®. NIV®. Copyright © 1973, 1978, 1984 by International Bible Society. Used by permission of Zondervan. All rights reserved.
All rights reserved. No part of this publication may be reproduced, stored in a retrieval system, or transmitted in any form or by any means — electronic, mechanical,
photocopy, recording, or any other — except for brief quotations in printed reviews, without the prior permission of the publisher.
Editor: Kristen Tuinstra Cover Design: Sarah Jongsma and Holli Leegwater Interior Art Direction: Sarah Jongsma and Kristen Tuinstra Interior design: Sarah Jongsma Composition: Ruth Bandstra Illustrations: Dan Brawner Photography: Synergy Photographic Printed in the United States of America
06 07 08 09 10 • 8 7 6 5 4 3 2 1

Introduction Who Ya Gonna Believe?
There you are sitting in science class at school. You’re thinking. . .
Say, what are you thinking? What are your feelings about science in general? Not as cool as a sciencefiction movie? More fun thanhaving a cavity drilled?
Your true answer is in there somewhere.
Either way, it’s science class. And it’s an interesting one today, because Mr. Axiom, the science teacher, is starting a new unit on how the world began. You hear something about a Big Bang, and how all the stuff that made up the entire universe was gummed up into one puny little wad before it blew up. And how that stuff is still exploding outward, as it has since the beginning.
The story line could use a few aliens and starships, but all in all, it’s really pretty cool. The Big Bang doesn’t sound too scientific, but again — pretty cool!
Science: what’s observed in the way things happen.
Fast-forward a couple of days. Now you’re in Sunday school. Mrs. Homily, the teacher, is starting a new unit on the first book of the Bible, called Genesis. She starts with the very first words of Genesis, “In the beginning God created the heavens and the earth.”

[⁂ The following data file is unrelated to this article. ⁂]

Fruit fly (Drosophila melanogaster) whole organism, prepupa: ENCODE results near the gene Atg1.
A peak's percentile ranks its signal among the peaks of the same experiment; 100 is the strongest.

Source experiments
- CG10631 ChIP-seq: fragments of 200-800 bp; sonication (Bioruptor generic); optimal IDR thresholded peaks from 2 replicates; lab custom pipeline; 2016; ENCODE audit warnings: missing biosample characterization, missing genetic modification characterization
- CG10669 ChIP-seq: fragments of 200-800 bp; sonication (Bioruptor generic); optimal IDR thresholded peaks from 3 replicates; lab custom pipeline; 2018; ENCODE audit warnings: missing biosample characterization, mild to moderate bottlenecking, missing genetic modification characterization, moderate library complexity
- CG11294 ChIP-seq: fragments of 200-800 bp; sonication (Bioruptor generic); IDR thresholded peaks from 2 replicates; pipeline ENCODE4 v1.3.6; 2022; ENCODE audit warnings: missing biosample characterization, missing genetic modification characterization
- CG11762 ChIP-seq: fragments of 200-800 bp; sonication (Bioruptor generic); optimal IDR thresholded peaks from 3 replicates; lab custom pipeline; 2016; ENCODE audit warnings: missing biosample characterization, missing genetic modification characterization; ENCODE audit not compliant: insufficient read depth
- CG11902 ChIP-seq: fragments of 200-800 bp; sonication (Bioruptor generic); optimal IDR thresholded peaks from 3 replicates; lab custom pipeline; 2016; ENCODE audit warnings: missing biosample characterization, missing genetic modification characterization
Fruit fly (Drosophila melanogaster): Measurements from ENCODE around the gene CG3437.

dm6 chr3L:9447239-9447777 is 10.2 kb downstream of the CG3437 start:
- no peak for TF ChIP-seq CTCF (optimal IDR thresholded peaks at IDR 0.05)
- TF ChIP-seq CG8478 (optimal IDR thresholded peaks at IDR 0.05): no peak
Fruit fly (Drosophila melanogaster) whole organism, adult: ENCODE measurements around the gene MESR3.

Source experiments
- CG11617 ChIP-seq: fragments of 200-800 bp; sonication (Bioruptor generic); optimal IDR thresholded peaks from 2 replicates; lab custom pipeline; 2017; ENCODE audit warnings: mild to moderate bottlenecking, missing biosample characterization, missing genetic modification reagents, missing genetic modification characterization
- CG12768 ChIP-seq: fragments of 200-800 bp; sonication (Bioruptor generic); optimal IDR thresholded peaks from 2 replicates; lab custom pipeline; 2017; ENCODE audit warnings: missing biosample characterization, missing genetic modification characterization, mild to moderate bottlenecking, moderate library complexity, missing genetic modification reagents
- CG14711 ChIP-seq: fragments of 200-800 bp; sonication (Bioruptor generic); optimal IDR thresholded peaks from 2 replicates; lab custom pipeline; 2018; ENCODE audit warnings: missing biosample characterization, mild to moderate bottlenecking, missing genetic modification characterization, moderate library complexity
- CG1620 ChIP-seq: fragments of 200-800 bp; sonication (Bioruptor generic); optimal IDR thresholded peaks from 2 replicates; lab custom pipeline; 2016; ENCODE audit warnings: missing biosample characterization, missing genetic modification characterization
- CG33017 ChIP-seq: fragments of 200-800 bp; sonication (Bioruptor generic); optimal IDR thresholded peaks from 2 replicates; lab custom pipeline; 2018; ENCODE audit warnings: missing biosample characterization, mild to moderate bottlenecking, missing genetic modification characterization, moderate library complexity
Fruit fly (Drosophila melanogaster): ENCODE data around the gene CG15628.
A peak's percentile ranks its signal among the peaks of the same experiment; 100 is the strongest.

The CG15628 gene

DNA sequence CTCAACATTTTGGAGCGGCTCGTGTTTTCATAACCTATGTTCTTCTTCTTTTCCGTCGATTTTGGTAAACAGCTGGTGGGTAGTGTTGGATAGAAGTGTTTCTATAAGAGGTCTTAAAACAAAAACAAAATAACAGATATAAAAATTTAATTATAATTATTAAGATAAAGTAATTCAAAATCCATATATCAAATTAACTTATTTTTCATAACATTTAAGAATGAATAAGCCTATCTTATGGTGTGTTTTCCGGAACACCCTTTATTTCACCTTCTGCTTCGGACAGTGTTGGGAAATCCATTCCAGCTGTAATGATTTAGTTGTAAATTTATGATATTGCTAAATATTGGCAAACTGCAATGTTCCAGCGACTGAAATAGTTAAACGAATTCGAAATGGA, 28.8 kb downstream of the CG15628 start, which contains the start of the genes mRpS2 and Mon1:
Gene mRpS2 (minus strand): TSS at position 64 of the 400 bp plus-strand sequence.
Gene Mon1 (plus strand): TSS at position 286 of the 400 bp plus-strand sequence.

The kids are kind of nodding along, but you have a big question about all this. Why aren’t Mrs. Homily and Mr. Axiom on the same page? They seem to have two completely different stories for the same subject.
Mr. Axiom says the universe came from a big explosion;
Mrs. Homily claims it came from God. Who’s right and who’s wrong?
What really bothers you the most is that Mr. Axiom,
the science guy, seems to make the best case for his claims. A humongous, long-ago explosion is a pretty wild story, to be honest, but he makes it believable. He gives numbers and details, and tells why the scientists came up with their ideas.
Evidence (EV-eh-dents): proof that something happened.
You’ve always liked Mrs. Homily. What’s weird is that she’s only telling you what your parents might have told you all your life: God made everything.
You’ve always liked church and gone along with the program. But you’re not a little kid anymore. You’re going to be a teenager soon. You’re beginning to think things through for yourself. And you’re noticing that neither Mrs. Homily nor anyone at church is too concerned about . . . well, the reasons and the evidence for what they’re teaching you. Not as much as in science class.
For example, you see a baseball lying in a pile of broken glass next to a window. That’s your evidence that the baseball broke the window. Better hope that baseball isn’t yours!
Q4U:
What do you like or dislike about science? What kinds of science subjects have you enjoyed studying most?